The ladies and gentlemen of New Vessel Press, having seen my previous writing on the Greek Alexandrian poet Constantine Cavafy, offered me a copy of Ersi Sotiropoulos’s novel about the poet, What’s Left of the Night. I agreed to post my impressions on this blog.
The good news is, it is not a bad book by any means. The fact that Edmund White praised it is some indication of its quality. The fact that the language — either that of the original or that of the translation — is a bit soft for my personal taste would not have kept me from completing it. What did was the fact that the author was attempting to represent the poet’s internal life.
If there’s one thing that gets my hackles up it’s the phrase, literal or implied, “…the poet thought…” And of course, that was the whole point of the book. In the same way a movie version of a book can forever paste an actor’s face over your imagination, I began to fear this book’s version of the poet would take over from my own shadowy conversations with him through both his poems and my writing about the poems and my poems about reading his poems. I feel enough of a connection to Cavafy that any version of him that has him going to the store or stewing over a slight would damage my relationship with him or my picture of him: the transparent image of a man with glasses on a street corner by the sea, which fades with the sunrise.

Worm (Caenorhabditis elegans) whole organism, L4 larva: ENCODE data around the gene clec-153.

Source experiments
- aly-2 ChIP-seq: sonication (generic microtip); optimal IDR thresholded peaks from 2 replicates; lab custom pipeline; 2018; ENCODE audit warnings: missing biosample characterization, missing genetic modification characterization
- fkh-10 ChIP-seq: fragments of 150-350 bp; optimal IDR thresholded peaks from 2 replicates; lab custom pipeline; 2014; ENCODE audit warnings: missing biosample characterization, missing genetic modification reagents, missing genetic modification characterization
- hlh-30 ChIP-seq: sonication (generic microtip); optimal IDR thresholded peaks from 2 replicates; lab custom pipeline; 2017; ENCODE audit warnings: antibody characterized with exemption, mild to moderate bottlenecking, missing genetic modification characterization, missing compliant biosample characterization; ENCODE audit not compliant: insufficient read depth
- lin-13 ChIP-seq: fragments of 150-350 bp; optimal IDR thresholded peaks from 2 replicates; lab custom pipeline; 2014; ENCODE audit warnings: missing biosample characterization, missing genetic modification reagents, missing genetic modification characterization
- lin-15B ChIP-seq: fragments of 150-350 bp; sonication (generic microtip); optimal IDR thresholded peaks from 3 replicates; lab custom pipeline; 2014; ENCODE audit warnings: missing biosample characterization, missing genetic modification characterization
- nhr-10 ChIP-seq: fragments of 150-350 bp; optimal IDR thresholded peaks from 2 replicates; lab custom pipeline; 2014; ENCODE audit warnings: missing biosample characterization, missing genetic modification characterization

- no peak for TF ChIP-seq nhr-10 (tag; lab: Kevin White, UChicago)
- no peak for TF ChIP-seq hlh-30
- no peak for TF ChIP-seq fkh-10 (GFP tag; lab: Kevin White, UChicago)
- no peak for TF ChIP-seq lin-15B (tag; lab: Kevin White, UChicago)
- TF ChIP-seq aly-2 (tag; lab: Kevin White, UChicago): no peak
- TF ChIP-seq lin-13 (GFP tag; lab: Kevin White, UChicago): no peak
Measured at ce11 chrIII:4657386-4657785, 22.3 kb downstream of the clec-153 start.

In other words, I cannot tell you that this book was wrong-headed, just wrong for me. I don’t want you to make Cavafy real for me. He’s already more real than is probably good for me. His poems of nostalgia are among my favorites. His poems about one obscure historical figure drove me to seek out unpublished poems on the same topic and write an essay. He’s inspired poems of my own, leading me to obliqueness as a tool of style and to the bittersweetness of time as a reality of life.
You might well enjoy the novel. In fact, I intend to give it to a doctor friend of mine who is visiting and who may well love it. I just can’t continue with it. Everything I need to know about Cavafy is in his poems, and in my imagination, and maybe in Forster’s quick sketch of him: “a Greek gentleman in a straw hat, standing absolutely motionless at a slight angle to the universe.”